One theme (courtesy of hicetnunc) is Rating Class Labels or ranks. The United States Chess Federation [USCF] uses these:
National Class A
Top Amateur Class
National Class B
Strong Tournament Player
National Class C
Average Tournament Player
National Class D
Strong Social Player
National Class E
It shouldn't be too hard to come up with a more relevant set of ranks for informal use within chess.com - and to extend the range above 2000 (which, in the real chess world, is covered by International or Professional Titles: GM, IM, FM, SM, NM and Expert/CM).
Here's a possible set of ranking class labels for Chess.com:
2000 - 2199
That looks okay to me.
Updated list of 'everything you ever wanted to know about chess - but were afraid to ask':
OKay, this is a very good start. It seems like we have a basis for what to test them on. Maybe find a battery of 20-50 scenarios to present to everyone uniformly and measure thier responses.
I suppose the next question is how to break the study participants down into control groups? In my honest opinion, Chess seems pretty universal across the globe, so I believe that breaking the control groups down based on spoken or written language would not be beneficial. However, breaking it down by sex, age, and rough geographic location as well as rating level seems like the most logical way of examining the data.
Your honor : I disagree!
One source of data about the performance of different rating levels would be to review past games.
If I look back over all of the games I have won, and note the rating level of my opponent, and the reason(s) why they lost the game (e.g. hung pieces, weak plan of attack, fell for trap, unsupported pieces, pin/skewer, brilliant move, etc.), this may suggest a pattern about what levels of player don't know.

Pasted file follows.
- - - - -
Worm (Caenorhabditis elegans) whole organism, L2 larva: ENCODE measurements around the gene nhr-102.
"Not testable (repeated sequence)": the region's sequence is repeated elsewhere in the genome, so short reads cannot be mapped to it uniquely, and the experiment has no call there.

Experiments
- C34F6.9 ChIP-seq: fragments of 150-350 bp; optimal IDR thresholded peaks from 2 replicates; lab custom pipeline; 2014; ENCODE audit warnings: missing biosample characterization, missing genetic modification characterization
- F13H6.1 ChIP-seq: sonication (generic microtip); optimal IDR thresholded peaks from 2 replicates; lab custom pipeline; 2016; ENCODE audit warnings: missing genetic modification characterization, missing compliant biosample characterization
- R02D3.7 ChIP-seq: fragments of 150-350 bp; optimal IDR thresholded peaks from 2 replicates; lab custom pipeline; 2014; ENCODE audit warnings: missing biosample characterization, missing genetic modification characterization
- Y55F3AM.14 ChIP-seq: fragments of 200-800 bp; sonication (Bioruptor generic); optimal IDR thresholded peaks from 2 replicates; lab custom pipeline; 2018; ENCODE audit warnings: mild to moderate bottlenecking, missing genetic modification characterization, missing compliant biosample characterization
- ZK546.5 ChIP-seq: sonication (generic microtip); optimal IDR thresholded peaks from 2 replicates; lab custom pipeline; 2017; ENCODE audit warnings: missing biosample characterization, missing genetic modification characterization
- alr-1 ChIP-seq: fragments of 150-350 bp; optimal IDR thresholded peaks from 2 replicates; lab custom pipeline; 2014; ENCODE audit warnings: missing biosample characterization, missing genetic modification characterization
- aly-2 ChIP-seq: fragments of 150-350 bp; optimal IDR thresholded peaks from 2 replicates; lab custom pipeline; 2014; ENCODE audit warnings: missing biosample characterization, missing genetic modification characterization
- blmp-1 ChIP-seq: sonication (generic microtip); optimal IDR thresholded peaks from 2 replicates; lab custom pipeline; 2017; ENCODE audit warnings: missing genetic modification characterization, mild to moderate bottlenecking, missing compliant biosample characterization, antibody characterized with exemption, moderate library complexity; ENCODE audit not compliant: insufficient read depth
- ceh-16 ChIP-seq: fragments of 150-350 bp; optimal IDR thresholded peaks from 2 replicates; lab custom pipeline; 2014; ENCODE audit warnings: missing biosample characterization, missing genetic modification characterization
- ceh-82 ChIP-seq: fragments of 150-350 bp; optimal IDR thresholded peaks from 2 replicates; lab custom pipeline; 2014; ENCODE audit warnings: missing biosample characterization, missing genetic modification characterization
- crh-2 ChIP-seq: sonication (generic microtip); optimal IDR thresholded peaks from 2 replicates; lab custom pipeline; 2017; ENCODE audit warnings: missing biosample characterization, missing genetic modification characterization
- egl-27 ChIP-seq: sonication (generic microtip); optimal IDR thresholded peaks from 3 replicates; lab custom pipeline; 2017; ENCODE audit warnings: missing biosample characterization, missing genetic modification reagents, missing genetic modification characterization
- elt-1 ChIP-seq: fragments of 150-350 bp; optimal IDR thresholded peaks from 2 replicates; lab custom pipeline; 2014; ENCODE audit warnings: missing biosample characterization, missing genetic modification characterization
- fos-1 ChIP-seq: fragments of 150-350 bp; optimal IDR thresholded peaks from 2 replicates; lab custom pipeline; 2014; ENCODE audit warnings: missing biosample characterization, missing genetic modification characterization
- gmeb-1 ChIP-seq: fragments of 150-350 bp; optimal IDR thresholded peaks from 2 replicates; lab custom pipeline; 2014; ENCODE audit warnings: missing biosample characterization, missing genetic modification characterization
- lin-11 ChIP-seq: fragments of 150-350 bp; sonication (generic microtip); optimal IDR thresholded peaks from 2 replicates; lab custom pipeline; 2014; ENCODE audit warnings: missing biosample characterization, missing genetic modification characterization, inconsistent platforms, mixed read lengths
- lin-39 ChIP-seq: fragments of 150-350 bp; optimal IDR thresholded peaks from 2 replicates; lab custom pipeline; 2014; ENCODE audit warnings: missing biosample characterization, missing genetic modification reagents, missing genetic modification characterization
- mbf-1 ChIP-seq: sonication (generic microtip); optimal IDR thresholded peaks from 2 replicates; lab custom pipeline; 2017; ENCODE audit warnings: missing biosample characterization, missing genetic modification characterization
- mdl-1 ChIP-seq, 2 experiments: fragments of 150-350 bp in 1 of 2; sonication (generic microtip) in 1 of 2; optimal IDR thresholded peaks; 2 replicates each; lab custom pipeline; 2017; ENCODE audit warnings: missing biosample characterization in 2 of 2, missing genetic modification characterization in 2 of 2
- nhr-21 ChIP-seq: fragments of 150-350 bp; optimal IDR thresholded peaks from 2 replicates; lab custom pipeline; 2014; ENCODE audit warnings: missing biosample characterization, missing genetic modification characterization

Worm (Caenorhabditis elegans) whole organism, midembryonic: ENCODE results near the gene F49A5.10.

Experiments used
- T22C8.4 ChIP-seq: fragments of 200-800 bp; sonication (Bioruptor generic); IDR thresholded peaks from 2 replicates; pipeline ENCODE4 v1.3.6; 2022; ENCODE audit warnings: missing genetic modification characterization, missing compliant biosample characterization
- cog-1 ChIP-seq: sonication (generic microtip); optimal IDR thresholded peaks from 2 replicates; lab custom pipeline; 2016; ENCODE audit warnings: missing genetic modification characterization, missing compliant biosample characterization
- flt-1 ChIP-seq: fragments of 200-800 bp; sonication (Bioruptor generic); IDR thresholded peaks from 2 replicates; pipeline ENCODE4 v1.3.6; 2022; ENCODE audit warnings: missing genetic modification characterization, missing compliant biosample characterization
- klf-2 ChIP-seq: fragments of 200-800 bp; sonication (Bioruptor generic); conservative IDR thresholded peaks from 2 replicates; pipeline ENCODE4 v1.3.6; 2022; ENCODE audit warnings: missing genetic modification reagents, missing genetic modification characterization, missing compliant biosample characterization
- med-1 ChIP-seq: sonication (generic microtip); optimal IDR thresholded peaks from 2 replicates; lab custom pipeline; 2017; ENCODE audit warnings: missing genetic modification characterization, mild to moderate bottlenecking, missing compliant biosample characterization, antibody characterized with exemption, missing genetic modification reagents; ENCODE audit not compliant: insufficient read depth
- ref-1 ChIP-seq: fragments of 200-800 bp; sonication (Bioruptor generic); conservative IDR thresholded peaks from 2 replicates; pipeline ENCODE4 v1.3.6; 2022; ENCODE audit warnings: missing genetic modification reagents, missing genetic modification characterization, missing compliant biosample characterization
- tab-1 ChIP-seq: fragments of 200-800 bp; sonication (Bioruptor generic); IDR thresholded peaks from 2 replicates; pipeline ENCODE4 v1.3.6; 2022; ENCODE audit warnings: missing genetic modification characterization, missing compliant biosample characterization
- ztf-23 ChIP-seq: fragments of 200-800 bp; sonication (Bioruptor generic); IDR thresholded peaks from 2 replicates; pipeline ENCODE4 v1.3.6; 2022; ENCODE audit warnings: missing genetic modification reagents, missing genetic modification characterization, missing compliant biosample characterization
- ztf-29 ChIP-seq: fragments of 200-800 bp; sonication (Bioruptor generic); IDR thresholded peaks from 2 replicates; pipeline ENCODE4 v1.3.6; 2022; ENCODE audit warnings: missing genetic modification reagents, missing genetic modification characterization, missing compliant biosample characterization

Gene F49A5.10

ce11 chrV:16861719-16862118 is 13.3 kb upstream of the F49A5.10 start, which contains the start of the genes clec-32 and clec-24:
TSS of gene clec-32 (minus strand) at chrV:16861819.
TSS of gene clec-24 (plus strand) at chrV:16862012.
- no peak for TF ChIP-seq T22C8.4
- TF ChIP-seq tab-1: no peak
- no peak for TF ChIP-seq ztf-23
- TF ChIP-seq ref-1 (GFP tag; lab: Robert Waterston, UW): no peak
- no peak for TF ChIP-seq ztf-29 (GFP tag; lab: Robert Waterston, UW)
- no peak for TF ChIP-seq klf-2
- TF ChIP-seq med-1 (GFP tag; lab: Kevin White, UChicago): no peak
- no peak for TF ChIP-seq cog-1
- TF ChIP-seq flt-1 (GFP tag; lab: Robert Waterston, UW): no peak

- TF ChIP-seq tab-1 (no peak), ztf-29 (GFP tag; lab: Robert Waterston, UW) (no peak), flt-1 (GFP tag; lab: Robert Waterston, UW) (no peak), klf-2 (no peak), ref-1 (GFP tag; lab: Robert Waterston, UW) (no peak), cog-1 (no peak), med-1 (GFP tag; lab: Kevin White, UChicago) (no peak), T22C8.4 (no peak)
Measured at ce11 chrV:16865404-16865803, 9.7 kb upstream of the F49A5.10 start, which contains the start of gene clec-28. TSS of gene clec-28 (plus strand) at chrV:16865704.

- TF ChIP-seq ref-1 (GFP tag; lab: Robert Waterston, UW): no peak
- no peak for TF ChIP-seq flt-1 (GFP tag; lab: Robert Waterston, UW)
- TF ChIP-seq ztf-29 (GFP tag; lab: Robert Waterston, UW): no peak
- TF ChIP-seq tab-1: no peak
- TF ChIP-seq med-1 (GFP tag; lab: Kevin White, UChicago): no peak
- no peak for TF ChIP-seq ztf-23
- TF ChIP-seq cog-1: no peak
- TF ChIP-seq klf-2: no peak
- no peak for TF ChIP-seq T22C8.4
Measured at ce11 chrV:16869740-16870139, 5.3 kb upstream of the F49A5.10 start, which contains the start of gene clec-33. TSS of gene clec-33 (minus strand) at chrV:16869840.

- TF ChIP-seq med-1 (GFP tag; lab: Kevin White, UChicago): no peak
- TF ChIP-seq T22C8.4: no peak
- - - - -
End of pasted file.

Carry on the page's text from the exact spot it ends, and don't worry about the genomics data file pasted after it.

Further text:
If I do the same for games I have lost, and note the rating level of my opponent, and the reason(s) why they won the game (e.g. hung pieces, weak plan of attack, fell for trap, unsupported pieces, pin/skewer, brilliant move, etc.), this may suggest a pattern about what levels of player do know.
On the other hand, it may just indicate what I don't know!
It would probably work for tactical patterns, but would be much more difficult to implement if you've lost a game for strategical reasons.
I think it's very difficult for any player to correctly assess his own weaknesses (and their relative weight). The best diagnostic would come from a stronger player, or even better, a good chess coach.
This (http://www.chess.com/forum/view/community/catalog-of-all-chess-themes--ideas) was an interesting taxonomy - which Erik initiated earlier.
I must concur with hicetnunc, I honestly think that the best analysis of a player's performance will come from a stronger rated player. Another player of similar ranking may provide some insight, but I think it would extremely difficult for people to analyze thier own games.
Now there are special cases of rating differential that are just plain suspicious. If a player has a 1200 rating in quick, but a 1900 rating in long, that smells like engine use.
hehe ...my mind is an engine?
though i am not 1900..but close...
I think its something like this
1000 - "I am useless"
1500 - "I am amazing"
2000 - "I am useless"
2100 - "I am always going to be useless"
I'm with the guy above. e.g. a player could play at 1700 level but only have a 1400 rating because he hasn't got the patience to grind out and create an opening for himself. I know of several people where this is the problem.
But since nearly everyone has the problem of impacience, all our ratings would have to increase, which would all leave us where we are.Nobody plays his or her best permanently, or up to his or her potential. I disagree to your point